Some places lose their magic after a while, but little Sölden in the Ötztal recently showed itself to the regular guest from a, well, new side: empty streets, dark windows, like in a disaster film, just before all hell breaks loose. All of this was of course owed to the Corona protocol; The start of the Alpine Ski World Cup took place in a bubble that should not burst under any circumstances. Ski racer Lisa Marie Loipetssperger was not at all wrong with this silence, so shortly before her debut in the top league of alpine sports: “You can approach it a little more relaxed for the first time if you don’t have the whole World Cup package yet,” said you. This whole package in Sölden traditionally includes après-ski in front of the team hotel until the morning and 15,000 partying spectators on race day. There were years when the coaches brought wheat beer to their athletes’ rooms to calm them down.
The unfamiliar silence had another advantage this time, in the women’s giant slalom: Loipetssperger’s laughter echoed through the almost deserted glacier stadium after the first run. It was a very relieved laugh.
Alpine giant slaloms for women have followed a familiar script in recent years: Viktoria Rebensburg drove ahead, what happened behind was seldom edifying from a German point of view, but her ancestor usually covered it with a cloak of silence. In Sölden, at the first race after Rebensburg’s resignation, the gap became all the more visible. But it doesn’t help: In the European Cup, the second division of sport, they have built up “a good squad” in recent years, said Jürgen Graller, the head coach of the women in the German Ski Association (DSV): “It’s already a bit off the time that the boys are now getting out of their comfort zone and onto the big stage. ” This development project is not entirely new. Kira Weidle from SC Starnberg benefited from this a few years ago, and last winter teammate Leonie Flötgen made her debut in the World Cup, also in the giant slalom. What is new is that Lisa Loipetssperger, 20, from WSV Munich, now also gets her chance: In Sölden, she turned 50, making her the second best German, one place ahead of the more experienced Jessica Hilzinger. And now?
On the one hand, her career sounds familiar and on the other hand not, as a “city child” among many “mountain people”, as she puts it. The families of these children have to spend more and more time taking the offspring to the snow (or a lot of money for the ski club trips). Loipetssperger benefited above all from the passion of her family that she “slipped into it” when she was six years old when she came to the WSV. Then “everything got a little bit independent”: German championship titles in all junior classes, especially in slalom and giant slalom (“I’m not a fan of extremely high speeds”), high school diploma at the sports boarding school in Berchtesgaden, first injuries, however it always went uphill, or: quickly downhill. She is now in the Bundeswehr’s sports promotion group, and is now practically a professional racing driver. “It’s like a dream come true”, said Loipetssperger a year ago: “At least a little bit.”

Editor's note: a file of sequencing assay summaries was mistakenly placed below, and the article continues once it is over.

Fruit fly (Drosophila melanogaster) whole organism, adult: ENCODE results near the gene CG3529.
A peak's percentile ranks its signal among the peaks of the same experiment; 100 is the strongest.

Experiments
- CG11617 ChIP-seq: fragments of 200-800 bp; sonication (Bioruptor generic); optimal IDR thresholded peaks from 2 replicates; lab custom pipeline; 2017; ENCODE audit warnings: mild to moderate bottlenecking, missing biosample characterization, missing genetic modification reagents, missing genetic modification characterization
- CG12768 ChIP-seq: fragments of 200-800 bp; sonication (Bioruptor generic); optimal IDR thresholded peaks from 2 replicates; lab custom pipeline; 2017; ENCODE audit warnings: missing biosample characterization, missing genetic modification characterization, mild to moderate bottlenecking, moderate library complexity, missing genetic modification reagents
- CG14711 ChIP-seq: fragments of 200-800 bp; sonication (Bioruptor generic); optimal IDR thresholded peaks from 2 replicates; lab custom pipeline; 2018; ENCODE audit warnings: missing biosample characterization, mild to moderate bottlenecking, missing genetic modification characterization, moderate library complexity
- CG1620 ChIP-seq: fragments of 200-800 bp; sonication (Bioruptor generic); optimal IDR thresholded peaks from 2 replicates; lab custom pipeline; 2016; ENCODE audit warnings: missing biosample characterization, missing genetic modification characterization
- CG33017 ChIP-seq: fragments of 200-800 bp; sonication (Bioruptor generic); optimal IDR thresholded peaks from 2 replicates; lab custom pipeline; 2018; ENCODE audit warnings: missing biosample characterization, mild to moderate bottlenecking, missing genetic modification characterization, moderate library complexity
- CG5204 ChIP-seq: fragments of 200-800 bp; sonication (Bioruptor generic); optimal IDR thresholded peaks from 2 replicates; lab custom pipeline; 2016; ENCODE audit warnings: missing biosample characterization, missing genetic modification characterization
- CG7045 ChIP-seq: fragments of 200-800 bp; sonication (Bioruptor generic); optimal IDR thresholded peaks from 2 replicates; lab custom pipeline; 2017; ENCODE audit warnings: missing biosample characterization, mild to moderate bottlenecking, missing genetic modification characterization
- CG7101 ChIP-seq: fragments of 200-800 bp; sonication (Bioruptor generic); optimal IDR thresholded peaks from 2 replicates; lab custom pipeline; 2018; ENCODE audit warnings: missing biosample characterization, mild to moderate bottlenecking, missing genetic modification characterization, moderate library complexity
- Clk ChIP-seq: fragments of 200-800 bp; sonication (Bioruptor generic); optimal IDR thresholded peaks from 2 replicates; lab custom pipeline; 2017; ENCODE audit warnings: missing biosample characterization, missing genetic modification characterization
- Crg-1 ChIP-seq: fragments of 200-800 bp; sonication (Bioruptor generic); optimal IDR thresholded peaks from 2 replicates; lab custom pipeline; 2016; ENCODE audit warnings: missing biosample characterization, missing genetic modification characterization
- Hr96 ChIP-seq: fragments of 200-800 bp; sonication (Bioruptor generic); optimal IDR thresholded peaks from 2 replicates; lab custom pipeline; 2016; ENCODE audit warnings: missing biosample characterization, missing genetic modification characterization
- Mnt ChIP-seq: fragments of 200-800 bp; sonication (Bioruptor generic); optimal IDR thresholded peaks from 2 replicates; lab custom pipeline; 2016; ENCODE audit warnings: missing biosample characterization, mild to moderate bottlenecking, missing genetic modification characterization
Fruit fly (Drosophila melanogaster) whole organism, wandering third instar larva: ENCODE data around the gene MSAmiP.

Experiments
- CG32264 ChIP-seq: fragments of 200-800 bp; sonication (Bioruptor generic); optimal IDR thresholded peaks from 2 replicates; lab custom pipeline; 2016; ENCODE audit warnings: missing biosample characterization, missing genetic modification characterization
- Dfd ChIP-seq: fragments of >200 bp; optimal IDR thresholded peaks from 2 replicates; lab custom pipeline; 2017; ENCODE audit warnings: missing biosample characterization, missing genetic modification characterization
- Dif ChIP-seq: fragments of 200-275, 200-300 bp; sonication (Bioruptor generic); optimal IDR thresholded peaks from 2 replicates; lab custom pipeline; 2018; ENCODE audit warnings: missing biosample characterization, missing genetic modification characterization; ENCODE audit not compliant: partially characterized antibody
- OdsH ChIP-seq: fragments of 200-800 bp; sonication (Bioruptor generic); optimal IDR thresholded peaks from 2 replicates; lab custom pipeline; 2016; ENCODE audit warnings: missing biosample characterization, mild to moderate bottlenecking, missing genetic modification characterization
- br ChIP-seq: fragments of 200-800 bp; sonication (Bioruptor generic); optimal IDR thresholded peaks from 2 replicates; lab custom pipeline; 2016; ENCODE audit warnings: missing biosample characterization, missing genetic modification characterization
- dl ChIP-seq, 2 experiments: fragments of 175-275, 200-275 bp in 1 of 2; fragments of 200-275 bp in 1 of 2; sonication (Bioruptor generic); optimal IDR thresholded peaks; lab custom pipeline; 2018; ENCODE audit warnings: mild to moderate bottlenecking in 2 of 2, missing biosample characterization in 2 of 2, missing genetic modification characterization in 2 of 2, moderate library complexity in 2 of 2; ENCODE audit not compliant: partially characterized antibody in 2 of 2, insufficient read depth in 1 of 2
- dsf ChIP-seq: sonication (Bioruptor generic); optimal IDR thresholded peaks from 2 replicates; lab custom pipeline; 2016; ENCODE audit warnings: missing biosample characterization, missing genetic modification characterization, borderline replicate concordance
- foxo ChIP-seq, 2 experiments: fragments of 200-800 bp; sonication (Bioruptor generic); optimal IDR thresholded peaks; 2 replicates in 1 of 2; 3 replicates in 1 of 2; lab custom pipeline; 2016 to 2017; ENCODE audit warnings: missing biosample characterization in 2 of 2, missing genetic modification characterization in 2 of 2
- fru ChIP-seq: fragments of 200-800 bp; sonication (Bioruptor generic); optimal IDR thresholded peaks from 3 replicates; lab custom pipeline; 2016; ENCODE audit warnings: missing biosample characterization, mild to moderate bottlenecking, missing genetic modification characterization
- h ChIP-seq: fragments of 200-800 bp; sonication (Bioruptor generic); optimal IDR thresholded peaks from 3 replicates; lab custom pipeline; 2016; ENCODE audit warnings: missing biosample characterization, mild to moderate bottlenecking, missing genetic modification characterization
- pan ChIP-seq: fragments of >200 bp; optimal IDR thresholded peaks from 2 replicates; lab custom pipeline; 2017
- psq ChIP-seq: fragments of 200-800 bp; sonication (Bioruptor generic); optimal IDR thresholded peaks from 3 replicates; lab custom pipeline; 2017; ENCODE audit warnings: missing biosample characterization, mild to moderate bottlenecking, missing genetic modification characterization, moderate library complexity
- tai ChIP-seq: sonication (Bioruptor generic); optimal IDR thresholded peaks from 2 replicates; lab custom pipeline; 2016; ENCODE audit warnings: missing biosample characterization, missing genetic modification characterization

That fits your character quite well: step by step, or better: swing by swing. Adventurous but not carefree. Not one that overtakes itself. Others, like New Zealander Alice Robinson or Rebensburg, had already won World Cups or Olympic medals at Loipetssperger’s age, Loipetssperger’s best result so far is a 20th place in the European Cup. But in the long term, it can’t hurt to be patient and push yourself to the limit in this grueling sport. “First of all, I just want to present my best skiing,” she said in Sölden. The final run of the best 30? “It would be cool, but it wouldn’t be bad if I couldn’t do it.”
Her debut was then confirmed twice: that she “rudimentarily belongs”, as her head coach said, but that there is still a lot of work ahead of her: “There was still a little bit of shyness about it,” said Graller, but basically he appreciates Loipetssperger’s qualities, which he dresses in the attribute “uncomplicated”: You drive cheekily, let the skis off “extremely quickly”, so don’t slide or drift too long in the curves. Loipetssperger’s self-review was almost identical, which also speaks for her: She was “really happy”, but on the steep slope she “put up a little too much and risked too little”. But basically, her coach emphasized, one thing was clear: “That the future belongs to the youth.” Swing for swing.